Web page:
Finding and Reminding - Original Proposal
Note: this proposal is now obsolete.
How might we design a solution that marries the Desktop, Search, Places, and the Recently used list? How might the roles complement one another?
- What if the Desktop was a place to stage items that need to be addressed?
- What if items could expire from the Desktop and fall safely into a time ordered list and eventually into an archive bucket?
- What if Places were just a default set of tags that can be used as filters?
- What if we had enough abstraction from the filesystem that we could transparently include non-local information in the same view?
- What if we had enough abstraction from the filesystem that would could include information that isn't that file-like?
- What if this same desktop+timeline view allowed me to schedule items to address in the future?
- What if similar or related items were automatically stacked together so they don't clutter the Desktop?
- What if I could access my Desktop from anywhere?
- What if the Desktop wasn't hidden behind all my other activities?
- What if I could easily share my content with others?
- What if everything in my archive was readily searchable and had rich contextual metadata?
- What if it was easy to add almost any kind of item to the Desktop?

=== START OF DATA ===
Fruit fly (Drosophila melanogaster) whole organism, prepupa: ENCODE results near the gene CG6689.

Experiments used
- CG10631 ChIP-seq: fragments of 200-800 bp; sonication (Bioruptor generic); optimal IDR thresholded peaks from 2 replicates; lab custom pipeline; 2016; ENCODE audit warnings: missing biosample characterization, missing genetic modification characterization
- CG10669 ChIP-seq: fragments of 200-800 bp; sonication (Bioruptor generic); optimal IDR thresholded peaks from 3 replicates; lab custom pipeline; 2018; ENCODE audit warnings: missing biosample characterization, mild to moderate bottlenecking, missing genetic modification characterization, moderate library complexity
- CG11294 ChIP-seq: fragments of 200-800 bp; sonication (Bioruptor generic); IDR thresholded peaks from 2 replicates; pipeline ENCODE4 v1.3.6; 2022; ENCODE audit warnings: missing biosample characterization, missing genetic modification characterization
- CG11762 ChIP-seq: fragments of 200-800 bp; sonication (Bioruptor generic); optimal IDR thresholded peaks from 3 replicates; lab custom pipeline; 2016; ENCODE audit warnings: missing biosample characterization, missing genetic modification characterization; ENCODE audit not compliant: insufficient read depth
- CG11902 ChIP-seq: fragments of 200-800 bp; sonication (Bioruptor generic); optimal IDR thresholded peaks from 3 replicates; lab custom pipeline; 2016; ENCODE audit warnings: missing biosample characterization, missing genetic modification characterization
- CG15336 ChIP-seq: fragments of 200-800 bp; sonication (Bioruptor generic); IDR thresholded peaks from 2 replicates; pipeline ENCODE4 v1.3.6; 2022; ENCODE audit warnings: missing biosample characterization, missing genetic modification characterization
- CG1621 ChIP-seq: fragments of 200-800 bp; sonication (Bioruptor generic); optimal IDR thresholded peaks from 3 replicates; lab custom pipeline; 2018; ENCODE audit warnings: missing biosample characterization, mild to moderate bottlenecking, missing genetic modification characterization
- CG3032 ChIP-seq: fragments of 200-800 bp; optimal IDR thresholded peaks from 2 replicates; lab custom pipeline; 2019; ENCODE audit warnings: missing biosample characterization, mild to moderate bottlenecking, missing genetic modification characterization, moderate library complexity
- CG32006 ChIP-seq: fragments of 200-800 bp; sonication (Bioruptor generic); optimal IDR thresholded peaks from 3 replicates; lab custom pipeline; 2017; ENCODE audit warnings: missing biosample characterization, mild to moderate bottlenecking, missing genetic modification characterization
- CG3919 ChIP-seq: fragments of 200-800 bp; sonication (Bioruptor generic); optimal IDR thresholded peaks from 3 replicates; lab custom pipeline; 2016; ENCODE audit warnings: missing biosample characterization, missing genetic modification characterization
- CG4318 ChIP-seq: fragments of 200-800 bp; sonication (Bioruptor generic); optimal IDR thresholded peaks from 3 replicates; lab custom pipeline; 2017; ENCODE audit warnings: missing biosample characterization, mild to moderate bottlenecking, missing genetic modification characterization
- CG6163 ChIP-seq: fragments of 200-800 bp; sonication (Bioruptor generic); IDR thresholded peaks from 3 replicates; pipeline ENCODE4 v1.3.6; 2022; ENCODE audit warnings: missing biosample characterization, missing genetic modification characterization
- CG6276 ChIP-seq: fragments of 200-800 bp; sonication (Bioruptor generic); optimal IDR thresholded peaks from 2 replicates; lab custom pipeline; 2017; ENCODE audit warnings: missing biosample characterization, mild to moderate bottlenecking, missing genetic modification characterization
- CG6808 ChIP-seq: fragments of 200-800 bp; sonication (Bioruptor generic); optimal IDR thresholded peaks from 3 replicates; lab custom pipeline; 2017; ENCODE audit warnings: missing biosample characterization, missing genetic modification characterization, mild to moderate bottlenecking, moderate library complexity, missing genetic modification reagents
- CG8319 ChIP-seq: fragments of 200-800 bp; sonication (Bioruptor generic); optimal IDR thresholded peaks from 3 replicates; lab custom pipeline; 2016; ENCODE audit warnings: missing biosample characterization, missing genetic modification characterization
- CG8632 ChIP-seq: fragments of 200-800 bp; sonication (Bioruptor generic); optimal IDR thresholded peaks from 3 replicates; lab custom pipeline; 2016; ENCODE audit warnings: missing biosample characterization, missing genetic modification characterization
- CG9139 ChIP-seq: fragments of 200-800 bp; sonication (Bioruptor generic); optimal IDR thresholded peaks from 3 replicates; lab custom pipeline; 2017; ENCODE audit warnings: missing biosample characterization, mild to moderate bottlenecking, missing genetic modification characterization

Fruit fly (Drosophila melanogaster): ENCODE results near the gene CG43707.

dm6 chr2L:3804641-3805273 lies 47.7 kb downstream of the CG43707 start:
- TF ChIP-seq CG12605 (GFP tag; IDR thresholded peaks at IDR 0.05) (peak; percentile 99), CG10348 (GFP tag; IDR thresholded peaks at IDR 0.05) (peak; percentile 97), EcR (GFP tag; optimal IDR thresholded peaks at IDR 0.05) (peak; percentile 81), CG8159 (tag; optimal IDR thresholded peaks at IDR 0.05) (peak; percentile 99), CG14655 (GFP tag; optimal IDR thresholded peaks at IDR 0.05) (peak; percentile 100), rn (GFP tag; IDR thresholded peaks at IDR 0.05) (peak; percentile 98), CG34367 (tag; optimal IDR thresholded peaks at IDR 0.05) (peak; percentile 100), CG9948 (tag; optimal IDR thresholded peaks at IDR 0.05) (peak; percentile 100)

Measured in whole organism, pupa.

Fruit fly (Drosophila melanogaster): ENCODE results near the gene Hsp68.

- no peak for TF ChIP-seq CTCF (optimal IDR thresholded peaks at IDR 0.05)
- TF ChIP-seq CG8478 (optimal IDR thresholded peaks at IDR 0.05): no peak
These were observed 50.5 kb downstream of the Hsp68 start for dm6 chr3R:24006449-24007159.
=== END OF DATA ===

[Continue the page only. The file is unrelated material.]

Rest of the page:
- What if one had the ability to tag, star, and make notes about content directly from a document window?
Well, that would be pretty cool. What could this look like?
What is going on here?
Essentially it is a representation of the following schematic:
- By end of week
Desktop <--- Now
- This week
- Last week
If things aren't pinned into the Desktop they will gradually fall down the view until they safely drop out the bottom into the Archive.
Items may be filtered by any number of labels. A useful set of labels would be provided by default but users may add their own as well. Items may be starred to denote relevance or whatever meaning the user wishes to assign to that designation.
What about the spatial metaphor?
It has been shown that the efficacy of location based information retrieval falls off rapidly after 10 items. The method breaks down entirely once the limit of space is reached. Which happens more often than not in an information rich environment. Furthermore, it may be argued that static location based wayfinding may not be a particularly effective approach in a dynamic and scalable interface. Your office desk doesn't change size and rearrange on its own. Your computer screen and windows do.
That is not to say that it doesn't or can't serve some role in retrieval. But it likely won't be the primary factor in either recallability or recognizability of items. And shouldn't be relied upon.
In the Tulving and Thompson formulation, it is just one part of the "encoding conditions" that may cue or assist retrieval.